It’s at the point where I dread assigning homework. For the weekly, I just sacrifice a chunk of our two-hour weekly meetings to having everyone around the table level up. It generally doesn’t result in their actually getting fully-updated characters, but I am at least there to answer questions and nudge players in directions that would benefit their selected role and the overall party composition. For private games, though, I can’t really enforce even this; people reject being pushed, or feeling rushed, and the power dynamic is markedly different at a table of friends and/or spouses. I end up a skyclad Emperor, and can’t compel anything.
I was thinking about this conundrum earlier tonight, because that’s my reaction to any situation where I feel as though my perspective’s at odds with those of everyone else. The comparison I eventually settled on* involves the visions of our future we all had as children. Had you asked me what I wanted to be when I was 7, I would likely have replied either, “The President” or “A guy who makes action figures.” Teacher would not have been a blip on that radar. Teacher-Who-Currently-Writes-At-Home wouldn’t have…I wouldn’t have even been able to process that concept. My dad had been an accountant for just shy of as long as I could remember (when I was very, very young he was a tree surgeon, which is a thing you can be). He hasn’t stopped being an accountant, but his role morphed into City Treasurer and then Business Manager, and as a kid I wouldn’t have been able to winnow the concept of titles from actual roles to even conceive this. I could just as easily have aspired to “fireman” or “ninja,” because as a kid the future is all possibility.
As one ages, though, the prospect of ninja begins abutting some unfortunate realities. Does ninja come with health insurance? Will I make rent with my tanto-based salary? How do I even get my tabi-clad foot in the door of the industry? Suddenly, dental hygienist, bank teller, or teacher all start to become more realistic. You learn more about the world, and what you become reflects that.
In tabletop rpgs, though, you have the advantage of near-perfect knowledge. How close that asymptote sits to the y-axis is a matter of setting; no character in a Cthulhu game should expect to identify most of the squamous masses that she’ll encounter, while I took a moment yesterday to explain to my youngest player that even though I know he knows that the 18″ winged faerie the party just met is a sprite, his character has no reason to possess that information. It was trickier still to convey to him that, therefore, he as a player shouldn’t shout out the name of the creature, because that drops a rock of glowing, unearned knowledge in the midst of the entire party that they’d otherwise lack. I understand his struggle all too well, just as I appreciate his ravenous hunger for game knowledge.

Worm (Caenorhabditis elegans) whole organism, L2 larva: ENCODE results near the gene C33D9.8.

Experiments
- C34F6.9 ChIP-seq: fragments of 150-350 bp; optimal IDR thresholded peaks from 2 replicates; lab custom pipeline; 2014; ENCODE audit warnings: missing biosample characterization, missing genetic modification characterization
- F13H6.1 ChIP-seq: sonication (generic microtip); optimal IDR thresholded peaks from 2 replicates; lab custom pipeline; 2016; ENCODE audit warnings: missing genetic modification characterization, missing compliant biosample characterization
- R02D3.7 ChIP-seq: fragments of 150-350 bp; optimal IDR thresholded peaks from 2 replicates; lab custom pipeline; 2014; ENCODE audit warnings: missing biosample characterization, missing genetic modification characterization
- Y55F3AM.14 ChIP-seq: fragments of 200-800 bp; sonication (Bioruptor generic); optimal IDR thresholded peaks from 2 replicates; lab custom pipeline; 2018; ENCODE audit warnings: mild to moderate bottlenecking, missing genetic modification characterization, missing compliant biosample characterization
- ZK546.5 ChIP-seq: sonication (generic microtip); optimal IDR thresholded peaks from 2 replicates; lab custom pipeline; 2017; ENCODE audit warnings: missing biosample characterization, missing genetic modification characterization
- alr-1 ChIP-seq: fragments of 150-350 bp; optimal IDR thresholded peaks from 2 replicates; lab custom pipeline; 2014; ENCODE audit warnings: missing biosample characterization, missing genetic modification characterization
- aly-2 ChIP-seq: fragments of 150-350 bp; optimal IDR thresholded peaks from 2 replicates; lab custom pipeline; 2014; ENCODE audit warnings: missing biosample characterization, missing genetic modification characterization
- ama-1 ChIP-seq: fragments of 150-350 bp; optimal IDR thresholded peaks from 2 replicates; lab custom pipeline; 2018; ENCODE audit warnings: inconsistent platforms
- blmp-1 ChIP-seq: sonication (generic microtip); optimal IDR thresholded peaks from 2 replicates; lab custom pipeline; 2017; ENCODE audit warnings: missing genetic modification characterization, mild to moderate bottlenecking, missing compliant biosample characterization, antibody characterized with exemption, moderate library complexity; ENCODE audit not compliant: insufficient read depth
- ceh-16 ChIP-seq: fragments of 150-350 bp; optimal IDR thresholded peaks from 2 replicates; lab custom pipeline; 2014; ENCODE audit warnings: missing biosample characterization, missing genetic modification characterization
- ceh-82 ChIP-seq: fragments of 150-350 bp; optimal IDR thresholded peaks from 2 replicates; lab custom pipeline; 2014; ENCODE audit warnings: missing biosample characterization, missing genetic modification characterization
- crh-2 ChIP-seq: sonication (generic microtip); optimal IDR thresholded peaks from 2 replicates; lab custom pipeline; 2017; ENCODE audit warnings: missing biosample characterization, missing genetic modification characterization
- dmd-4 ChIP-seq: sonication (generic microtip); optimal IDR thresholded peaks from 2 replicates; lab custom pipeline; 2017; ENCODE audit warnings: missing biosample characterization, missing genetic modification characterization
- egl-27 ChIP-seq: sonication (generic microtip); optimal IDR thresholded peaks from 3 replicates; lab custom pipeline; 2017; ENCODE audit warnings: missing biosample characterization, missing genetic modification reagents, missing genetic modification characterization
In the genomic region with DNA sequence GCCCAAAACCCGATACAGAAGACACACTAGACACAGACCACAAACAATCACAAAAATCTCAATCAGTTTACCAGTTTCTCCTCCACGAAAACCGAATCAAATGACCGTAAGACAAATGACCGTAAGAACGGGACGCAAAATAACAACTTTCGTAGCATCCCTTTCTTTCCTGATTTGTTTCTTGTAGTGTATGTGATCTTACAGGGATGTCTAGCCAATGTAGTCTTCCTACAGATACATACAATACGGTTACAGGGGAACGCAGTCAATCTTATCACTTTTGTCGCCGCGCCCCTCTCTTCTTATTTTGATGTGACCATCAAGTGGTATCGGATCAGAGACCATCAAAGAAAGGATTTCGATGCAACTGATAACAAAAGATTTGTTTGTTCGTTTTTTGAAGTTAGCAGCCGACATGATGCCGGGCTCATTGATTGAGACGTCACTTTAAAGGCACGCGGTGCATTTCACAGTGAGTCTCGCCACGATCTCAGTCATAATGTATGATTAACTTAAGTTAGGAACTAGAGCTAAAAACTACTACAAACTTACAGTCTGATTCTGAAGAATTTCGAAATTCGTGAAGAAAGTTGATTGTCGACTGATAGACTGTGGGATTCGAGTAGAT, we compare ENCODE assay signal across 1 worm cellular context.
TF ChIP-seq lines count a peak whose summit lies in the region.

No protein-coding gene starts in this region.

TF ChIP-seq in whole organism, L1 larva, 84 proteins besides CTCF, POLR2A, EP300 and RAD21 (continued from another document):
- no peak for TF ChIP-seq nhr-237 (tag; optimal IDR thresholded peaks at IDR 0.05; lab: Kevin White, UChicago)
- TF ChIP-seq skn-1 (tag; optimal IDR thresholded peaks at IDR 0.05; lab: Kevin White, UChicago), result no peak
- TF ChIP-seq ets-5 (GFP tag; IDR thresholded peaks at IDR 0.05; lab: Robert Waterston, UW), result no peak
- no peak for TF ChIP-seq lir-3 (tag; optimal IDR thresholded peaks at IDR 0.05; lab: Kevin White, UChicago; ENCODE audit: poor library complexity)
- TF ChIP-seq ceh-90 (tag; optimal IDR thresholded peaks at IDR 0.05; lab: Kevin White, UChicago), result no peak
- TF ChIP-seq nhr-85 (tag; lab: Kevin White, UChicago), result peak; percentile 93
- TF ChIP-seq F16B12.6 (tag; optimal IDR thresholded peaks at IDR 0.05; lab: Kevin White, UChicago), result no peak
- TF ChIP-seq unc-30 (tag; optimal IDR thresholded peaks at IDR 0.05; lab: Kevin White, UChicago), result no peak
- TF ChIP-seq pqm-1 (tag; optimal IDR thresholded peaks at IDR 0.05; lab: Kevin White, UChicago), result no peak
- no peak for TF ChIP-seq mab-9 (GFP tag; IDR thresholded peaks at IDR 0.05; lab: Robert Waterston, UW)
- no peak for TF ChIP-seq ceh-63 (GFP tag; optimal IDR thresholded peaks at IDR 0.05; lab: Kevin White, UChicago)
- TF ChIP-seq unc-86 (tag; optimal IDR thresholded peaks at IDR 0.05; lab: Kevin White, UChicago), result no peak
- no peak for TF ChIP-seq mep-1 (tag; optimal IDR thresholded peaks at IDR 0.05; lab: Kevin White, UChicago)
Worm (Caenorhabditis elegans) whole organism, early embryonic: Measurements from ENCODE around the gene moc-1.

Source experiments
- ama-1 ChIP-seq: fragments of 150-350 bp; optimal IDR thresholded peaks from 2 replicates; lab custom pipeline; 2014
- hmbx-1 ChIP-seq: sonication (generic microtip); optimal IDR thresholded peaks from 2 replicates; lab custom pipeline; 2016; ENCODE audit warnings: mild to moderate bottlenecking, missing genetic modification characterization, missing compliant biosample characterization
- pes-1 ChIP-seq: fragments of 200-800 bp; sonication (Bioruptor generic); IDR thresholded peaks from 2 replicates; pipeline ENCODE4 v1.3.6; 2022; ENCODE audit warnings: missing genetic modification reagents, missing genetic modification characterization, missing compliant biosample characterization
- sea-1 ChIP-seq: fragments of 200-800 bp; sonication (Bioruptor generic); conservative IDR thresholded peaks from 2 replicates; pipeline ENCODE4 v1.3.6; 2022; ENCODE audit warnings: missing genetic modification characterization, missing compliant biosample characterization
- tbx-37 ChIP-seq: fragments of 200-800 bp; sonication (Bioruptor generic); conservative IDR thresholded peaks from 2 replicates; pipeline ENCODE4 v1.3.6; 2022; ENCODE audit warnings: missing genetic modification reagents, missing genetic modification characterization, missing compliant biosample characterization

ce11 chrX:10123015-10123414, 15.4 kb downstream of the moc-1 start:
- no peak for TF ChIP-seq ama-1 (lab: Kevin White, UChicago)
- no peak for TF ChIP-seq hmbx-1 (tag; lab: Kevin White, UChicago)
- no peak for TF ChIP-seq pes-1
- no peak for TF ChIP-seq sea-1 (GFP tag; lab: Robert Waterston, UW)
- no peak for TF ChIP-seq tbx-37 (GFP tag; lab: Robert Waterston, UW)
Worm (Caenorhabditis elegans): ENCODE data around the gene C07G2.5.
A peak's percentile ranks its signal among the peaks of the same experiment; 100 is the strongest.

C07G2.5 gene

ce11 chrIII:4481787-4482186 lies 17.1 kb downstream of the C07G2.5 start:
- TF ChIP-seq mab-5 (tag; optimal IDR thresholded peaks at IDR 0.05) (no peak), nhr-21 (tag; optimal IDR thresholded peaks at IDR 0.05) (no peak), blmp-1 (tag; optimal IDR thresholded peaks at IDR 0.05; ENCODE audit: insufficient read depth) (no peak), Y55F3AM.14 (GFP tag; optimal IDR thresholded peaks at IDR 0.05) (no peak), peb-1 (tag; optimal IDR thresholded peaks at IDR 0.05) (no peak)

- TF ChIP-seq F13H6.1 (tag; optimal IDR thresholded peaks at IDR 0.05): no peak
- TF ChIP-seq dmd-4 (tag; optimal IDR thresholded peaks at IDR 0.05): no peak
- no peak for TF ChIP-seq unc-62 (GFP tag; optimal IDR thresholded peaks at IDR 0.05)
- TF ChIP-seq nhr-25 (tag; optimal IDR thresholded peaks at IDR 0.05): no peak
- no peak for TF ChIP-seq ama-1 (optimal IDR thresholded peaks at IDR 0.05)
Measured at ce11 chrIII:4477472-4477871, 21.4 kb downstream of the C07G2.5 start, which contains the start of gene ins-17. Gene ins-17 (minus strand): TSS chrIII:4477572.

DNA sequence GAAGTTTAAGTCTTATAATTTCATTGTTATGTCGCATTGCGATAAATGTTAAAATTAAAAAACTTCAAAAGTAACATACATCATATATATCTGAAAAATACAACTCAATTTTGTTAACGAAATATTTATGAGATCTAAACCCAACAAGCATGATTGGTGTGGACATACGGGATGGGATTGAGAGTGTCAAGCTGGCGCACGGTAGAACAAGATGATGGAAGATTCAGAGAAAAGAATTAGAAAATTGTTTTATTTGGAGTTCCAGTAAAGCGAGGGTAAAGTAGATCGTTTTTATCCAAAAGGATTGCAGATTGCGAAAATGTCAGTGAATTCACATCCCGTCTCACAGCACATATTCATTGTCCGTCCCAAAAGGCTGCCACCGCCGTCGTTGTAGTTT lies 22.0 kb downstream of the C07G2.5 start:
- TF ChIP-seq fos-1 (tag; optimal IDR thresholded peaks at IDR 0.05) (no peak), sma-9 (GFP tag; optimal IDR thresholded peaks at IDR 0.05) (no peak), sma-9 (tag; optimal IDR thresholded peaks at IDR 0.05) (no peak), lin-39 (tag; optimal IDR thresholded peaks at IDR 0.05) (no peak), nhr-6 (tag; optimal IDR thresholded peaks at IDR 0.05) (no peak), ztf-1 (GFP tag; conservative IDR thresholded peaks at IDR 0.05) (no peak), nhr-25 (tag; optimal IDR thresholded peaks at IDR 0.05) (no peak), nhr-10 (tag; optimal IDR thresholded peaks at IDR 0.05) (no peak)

However, even with those barriers on how well a player can express knowledge gleaned from studying the books, everyone still has the opportunity to know—and use— a lot. You know how many hit points a Fighter’s likely to possess, and much damage you can expect to do with Magic Missile. You know whether your high-dexterity character will hit more often with that longsword or the similarly-damaging rapier. In my campaigns, you also get to know whether your dwarven character is likely to be welcomed with open arms by a citizen of the Silken Kingdoms (no), a bullywug is likely to serve Lincolua (no!), or if someone who’s been Beneath the Mountain would get on well with a member of the Vulture Clan (yes!). That information can be conveyed in one of three ways:
- First, players could read it in the provided information.
- Second, players could ask me during character creation, “Hey, I was wondering if…”
- Third, the player could just do whatever and then seem surprised when it doesn’t work out for them.
I genuinely want to avoid that last option. It’s not fun for me or them. However, if I’ve proffered the information in both visual and auditory formats, and barring some sort of choreography to hit those kinesthetic learners, I don’t see another option. I’m not a telepath.
Sarcasm aside, I am exploring some way of giving players pre-generated characters to start their gaming off, so that we can run through some of these questions and examples in real time. This is a struggle for me in the same way that providing a more guided sandbox is proving difficult in the Wednesday Elemental Evil campaign: I don’t like it. It’s not how I play, it’s not how I want to play, and it’s not how I think the game should be played. I don’t like to railroad, and I find pre-generated characters to be as unsettling as hand-me-down underwear being passed between two adults who I know possess the income to secure individual underweardrobes. Striking a balance between making easily-accessible characters and making the kind of characters I actually like to play (He only thinks he’s a mage! He’s actually a psion! And crazy! And that is not his wife!) feels like a much greater effor than just giving players the tools that they need to build their own characters.
However, providing those tools hasn’t proven to be enough. I need to find a way to chew for them too.
*A tremendous amount of my life is dedicated to thinking about something until I come up with an analogy for expressing my perspective on the topic.